So I did another evolution, this time using width of 999 cells:

Now the walk doesn’t go periodic, because the underlying evolution didn’t go periodic:

And behold the long-range correlations!

This is an interesting plot. Correlations fall gradually here over about 50k lag, then hover around a negative correlation of around -0.4 from 50k to 100k lag.

1. Get a statistical distribution of correlations at each lag, from multiple runs of the rule 18 particle

At the last ruleshack meetup, we discussed why the autocorrelation curve for the position of the rule 18 particle appears to be linear. And we realized that I’m probably just not looking at large enough correlation distances (lags).

The particle position vs time looks like this:

And the autocorrelations out to lag 100 look like this:

During the meetup, we looked at the particle position with the mean subtracted (since that’s what the autocorrelation function is based on):

We noticed that the typical time between zero crossings (when the curve crosses the x-axis in this plot, or equivalently the instants in time when the particle passes through its average position), is greater than the maximum lag I was using of 100 time steps. In fact, looking at the mean-subtracted position plot above, sometimes it’s more like 1000 time steps between crossings. That means I need to sample much larger lags in order to capture more features of the random walk.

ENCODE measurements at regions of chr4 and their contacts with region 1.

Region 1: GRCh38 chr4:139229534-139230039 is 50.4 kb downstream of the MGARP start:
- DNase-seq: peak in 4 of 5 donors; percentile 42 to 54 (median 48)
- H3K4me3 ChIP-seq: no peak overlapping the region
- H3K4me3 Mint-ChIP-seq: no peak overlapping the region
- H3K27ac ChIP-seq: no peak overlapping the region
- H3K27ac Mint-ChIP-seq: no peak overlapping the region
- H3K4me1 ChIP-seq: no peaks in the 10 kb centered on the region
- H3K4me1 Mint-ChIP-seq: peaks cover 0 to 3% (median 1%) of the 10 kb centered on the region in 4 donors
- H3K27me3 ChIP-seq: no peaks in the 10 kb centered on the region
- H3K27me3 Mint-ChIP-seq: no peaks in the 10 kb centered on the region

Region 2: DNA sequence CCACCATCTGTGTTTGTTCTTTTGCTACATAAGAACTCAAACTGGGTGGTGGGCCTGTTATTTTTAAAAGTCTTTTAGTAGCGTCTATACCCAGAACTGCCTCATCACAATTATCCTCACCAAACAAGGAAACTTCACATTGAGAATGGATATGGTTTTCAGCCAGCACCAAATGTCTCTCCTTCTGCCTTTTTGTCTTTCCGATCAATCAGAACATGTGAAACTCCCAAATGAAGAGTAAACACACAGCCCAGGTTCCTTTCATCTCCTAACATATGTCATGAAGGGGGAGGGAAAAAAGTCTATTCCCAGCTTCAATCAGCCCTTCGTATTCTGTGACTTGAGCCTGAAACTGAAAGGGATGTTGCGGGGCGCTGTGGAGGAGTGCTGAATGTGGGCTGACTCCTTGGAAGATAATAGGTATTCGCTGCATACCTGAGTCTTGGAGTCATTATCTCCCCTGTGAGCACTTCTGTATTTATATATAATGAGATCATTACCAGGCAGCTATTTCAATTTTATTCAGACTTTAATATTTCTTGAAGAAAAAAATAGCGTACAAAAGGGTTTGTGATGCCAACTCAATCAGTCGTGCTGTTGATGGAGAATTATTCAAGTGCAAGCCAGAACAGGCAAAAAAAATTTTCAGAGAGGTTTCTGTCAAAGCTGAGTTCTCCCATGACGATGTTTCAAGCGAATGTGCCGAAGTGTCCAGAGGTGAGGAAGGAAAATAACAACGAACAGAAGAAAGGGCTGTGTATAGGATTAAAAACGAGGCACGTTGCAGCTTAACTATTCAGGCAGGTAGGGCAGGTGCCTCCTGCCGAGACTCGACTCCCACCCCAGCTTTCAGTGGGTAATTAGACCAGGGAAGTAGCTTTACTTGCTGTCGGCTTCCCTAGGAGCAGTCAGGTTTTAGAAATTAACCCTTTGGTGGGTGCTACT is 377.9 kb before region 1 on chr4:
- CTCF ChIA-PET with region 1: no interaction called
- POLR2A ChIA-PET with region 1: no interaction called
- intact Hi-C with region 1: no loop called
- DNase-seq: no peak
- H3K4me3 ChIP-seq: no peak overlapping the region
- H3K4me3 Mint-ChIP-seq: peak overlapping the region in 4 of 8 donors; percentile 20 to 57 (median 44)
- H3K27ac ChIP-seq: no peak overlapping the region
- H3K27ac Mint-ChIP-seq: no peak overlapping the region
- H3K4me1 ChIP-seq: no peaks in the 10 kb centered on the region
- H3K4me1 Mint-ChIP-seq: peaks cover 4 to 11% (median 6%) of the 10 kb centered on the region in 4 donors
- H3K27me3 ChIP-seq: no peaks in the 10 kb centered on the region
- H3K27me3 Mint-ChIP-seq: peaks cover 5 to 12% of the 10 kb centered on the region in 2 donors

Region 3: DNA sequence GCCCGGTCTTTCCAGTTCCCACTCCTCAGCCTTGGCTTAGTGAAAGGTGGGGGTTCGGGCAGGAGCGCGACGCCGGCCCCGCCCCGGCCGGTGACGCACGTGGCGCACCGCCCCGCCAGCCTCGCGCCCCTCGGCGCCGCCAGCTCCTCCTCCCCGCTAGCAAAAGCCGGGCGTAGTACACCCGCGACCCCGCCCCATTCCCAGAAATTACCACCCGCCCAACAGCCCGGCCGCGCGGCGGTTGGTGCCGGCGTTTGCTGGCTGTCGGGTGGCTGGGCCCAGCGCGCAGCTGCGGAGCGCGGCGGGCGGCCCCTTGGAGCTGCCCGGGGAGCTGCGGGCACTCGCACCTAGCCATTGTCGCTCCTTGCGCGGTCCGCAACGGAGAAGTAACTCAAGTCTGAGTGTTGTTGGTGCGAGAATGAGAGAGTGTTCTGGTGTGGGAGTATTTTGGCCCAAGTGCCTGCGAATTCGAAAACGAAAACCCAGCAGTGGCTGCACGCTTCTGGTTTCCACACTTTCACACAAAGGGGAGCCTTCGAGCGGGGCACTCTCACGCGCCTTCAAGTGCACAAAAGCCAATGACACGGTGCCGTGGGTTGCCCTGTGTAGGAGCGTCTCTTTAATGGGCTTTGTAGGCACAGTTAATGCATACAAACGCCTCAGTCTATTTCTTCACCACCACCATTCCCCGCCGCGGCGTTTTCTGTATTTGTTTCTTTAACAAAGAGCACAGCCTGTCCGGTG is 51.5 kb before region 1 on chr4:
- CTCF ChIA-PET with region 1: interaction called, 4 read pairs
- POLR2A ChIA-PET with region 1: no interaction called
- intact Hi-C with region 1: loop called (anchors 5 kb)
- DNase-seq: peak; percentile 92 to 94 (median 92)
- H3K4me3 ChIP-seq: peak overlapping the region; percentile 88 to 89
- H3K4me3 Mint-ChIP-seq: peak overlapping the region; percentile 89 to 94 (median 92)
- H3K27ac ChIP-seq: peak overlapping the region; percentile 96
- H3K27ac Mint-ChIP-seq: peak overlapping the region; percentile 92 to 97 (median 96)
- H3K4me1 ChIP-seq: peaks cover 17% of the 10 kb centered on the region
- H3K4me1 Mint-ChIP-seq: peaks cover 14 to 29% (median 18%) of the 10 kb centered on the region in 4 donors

To be more precise, I can compute the crossing intervals, and the distribution of interval sizes:

The average interval size:

The interval distribution:

It looks like the average crossing interval size is of the order of a few hundred time steps, with a intervals of order 10 being most common, but with some rare intervals being on the order of 1000 time steps.

Call the average crossing interval . Then the products p(t)*p(t+r) will tend to be positive for . But for lags , there will be more products where p(t) and p(t+r) have different sign, and thus contributing negative terms to the sum over t. So I’d expect the autocorrelations to start becoming negative somewhere around .

Here’s what the correlations look like out to lag 2000 (which I ran on a server). The curve is looking more interesting now, with the linearity going away at around lag 1000.